May 1945:  American servicemen view art treasures on show at a former Luftwaffe barracks near Konigsee. Priceless paintings looted from all parts of Europe under orders from Hermann Goering.  (Photo by Horace Abrahams/Keystone/Getty Images)

U.S. soldiers view art at a former Luftwaffe barracks near Konigsee, Germany, in May, 1945.

Horace Abrahams/Keystone/Getty Images
American servicemen with a 15 century statue of Eve, three Cranachs and three Rembrandts amongst the looted art treasures on exhibition at a former Luftwaffe barracks near Konigsee.    (Photo by Horace Abrahams/Getty Images)

U.S. soldiers stand next to a 15th century statue of biblical Eve, three paintings by Lucas Cranach, and three by Rembrandt at a former Luftwaffe barracks near Konigsee, Germany.

Horace Abrahams/Getty Images
A US soldier inspects priceless art taken from jews by the Nazi's and stashed in the Heilbron Salt Mines May 3, 1945 in Germany. The treasures were uncovered by allied forces after the defeat of Nazi Germany.

A U.S. soldier inspects art recovered from the Heilbron salt mines on May 3, 1945, in Germany.

A US soldier inspects priceless art taken from jews by the Nazi's and stashed in the Heilbron Salt Mines May 3, 1945 in Germany. The treasures were uncovered by allied forces after the defeat of Nazi Germany.

A unidentified man unravels scrolls found at the Heilbron salt mines on May 3, 1945, in Germany.

US soldiers unload acrates of art taken from jews by the Nazi's and stored in the Heilbron Salt Mines in Germany May 3, 1945.

U.S. soldiers unload a crate of art at the Heilbron salt mines in Germany on May 3, 1945.

On May 18, 1945, first lieutnant James J. RORIMER, curator at the Metropolitan Museum of New York taking a look at a jewellery collection of the 16th c. stolen by the Nazis from the Rothschild family in Paris. This is in the cellars of the castle of Neuschwanstein. GOERING despoiled families all over Europe to make up a museum.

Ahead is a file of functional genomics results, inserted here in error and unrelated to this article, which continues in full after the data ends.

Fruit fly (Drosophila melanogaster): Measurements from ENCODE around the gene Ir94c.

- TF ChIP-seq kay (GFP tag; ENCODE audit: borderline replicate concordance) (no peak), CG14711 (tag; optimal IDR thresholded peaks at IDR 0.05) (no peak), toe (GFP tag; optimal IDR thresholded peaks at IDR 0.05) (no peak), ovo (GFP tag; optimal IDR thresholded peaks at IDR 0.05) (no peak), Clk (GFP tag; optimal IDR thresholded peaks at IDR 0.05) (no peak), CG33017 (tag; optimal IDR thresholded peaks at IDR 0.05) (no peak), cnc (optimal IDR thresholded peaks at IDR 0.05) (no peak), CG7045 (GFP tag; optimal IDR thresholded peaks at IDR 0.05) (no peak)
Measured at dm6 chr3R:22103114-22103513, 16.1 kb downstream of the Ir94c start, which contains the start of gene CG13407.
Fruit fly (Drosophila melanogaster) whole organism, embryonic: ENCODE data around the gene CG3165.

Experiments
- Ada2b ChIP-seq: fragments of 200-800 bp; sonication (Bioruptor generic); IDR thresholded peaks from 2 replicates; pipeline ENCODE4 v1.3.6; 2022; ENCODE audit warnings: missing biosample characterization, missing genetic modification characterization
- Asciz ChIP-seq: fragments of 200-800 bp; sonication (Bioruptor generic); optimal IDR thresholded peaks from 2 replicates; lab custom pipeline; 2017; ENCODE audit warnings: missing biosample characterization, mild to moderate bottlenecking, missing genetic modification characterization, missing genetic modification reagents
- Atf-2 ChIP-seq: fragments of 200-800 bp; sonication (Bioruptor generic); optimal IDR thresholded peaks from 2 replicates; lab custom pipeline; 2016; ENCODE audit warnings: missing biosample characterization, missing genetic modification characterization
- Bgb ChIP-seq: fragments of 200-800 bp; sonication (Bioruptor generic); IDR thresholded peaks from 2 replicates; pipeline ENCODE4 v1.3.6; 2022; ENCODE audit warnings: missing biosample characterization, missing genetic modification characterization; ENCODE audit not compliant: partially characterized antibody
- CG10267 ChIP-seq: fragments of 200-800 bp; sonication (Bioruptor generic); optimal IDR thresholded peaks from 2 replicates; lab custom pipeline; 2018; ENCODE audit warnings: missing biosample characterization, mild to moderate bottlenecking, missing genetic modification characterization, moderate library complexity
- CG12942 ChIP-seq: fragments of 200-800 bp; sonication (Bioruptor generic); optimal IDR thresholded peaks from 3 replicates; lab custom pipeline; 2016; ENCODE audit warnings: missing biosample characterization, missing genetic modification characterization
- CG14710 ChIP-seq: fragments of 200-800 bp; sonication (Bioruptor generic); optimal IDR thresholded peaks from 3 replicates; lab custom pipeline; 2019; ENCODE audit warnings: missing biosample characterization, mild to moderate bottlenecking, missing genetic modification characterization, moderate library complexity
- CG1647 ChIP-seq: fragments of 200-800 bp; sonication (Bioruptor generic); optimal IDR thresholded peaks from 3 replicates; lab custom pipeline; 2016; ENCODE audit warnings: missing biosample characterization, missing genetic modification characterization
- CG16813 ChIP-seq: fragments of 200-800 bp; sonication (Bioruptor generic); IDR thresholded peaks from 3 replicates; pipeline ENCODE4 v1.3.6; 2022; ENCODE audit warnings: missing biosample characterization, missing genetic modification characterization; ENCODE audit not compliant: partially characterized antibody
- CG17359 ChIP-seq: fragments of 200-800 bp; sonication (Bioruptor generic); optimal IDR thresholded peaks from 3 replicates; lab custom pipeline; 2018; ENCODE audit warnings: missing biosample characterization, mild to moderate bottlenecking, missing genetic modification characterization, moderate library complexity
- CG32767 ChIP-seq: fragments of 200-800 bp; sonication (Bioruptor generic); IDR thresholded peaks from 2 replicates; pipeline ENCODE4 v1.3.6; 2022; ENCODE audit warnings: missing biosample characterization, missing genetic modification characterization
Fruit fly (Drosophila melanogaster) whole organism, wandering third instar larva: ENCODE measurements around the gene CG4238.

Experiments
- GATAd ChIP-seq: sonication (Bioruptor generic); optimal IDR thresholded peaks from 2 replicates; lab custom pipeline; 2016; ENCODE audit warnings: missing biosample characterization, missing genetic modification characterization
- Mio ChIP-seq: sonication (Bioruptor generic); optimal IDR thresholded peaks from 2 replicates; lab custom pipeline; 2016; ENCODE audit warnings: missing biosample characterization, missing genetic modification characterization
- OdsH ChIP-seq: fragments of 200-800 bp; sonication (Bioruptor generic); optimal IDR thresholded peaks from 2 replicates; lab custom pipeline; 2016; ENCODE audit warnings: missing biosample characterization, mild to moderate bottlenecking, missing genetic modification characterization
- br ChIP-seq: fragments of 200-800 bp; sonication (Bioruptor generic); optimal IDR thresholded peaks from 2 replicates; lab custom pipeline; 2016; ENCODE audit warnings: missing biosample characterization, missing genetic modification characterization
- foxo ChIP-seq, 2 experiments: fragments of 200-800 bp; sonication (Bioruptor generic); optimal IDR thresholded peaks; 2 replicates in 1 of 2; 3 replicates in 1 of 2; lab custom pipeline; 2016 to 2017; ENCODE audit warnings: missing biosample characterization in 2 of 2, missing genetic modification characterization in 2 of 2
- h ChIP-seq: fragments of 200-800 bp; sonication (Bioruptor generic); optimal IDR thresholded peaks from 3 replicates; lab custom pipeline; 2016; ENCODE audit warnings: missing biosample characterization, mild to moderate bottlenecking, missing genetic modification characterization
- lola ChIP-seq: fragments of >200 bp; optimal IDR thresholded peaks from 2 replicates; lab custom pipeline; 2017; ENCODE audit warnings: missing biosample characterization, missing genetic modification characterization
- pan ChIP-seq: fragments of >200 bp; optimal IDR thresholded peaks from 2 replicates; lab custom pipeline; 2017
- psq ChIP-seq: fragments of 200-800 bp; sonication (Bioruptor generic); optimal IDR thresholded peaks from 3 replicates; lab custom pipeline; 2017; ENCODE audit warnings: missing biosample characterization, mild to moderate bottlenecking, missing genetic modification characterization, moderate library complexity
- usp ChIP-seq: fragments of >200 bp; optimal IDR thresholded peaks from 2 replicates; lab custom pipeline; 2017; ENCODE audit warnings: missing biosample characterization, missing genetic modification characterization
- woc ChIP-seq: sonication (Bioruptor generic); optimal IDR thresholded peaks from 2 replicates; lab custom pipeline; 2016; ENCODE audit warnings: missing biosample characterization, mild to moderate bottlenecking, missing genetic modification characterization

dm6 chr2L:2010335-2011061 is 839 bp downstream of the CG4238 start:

Le 18 mai 1945, le Lieutenant James J. RORIMER, conservateur au Metropolitan Museum de New York examine une collection de bijoux du XVIème siècle dérobée à Paris par les troupes d'occupation à la famille ROTHSCHILD, dans les caves de Neuschwanstein. En spoliant les familles de l'Europe entière, GOERING avait pour but de se constituer un musée.

A U.S. soldier views a jewelry collection, stolen from a Jewish family by the Nazis and stashed in Germany, on May 18, 1945.

Keystone-France/Gamma-Keystone via Getty Images
FRANCE - DECEMBER 01:  Salomon Ruysdael'S Work Of Art Auction "Halte Devant L'Auberge" Stolen By Nazis During The Second World War In Paris On December 1948  (Photo by Keystone-France/Gamma-Keystone via Getty Images)

Men hoist a painting up at an auction of art reclaimed from the Nazis in Dec. 1948 in Paris.

Keystone-France/Gamma-Keystone via Getty Images
NEW YORK, UNITED STATES:  Michael Loewenthal holds the painting "The Seamstress", 1883, by German painter Lesser Ury that was returned to Loewenthal as part of a settlement by the Holocaust Claims Processing Office of the New York State Banking Department 12 July, 1999, in New York. The settlement was with officials of Linz, Austria, who purchased the painting from a dealer in 1956. The painting was linked to "tainted art" obtained by Nazi officials through forced-sales from Jews. It originally belonged to Louis Loewenthal, the grandfather of Michael Loewenthal. AFP PHOTO  Stan HONDA (Photo credit should read STAN HONDA/AFP/Getty Images)

The member of a Jewish family whose art was stolen by Nazis holds up a painting returned to the family on Dec. 12, 1999, in New York.

STAN HONDA/AFP/Getty Images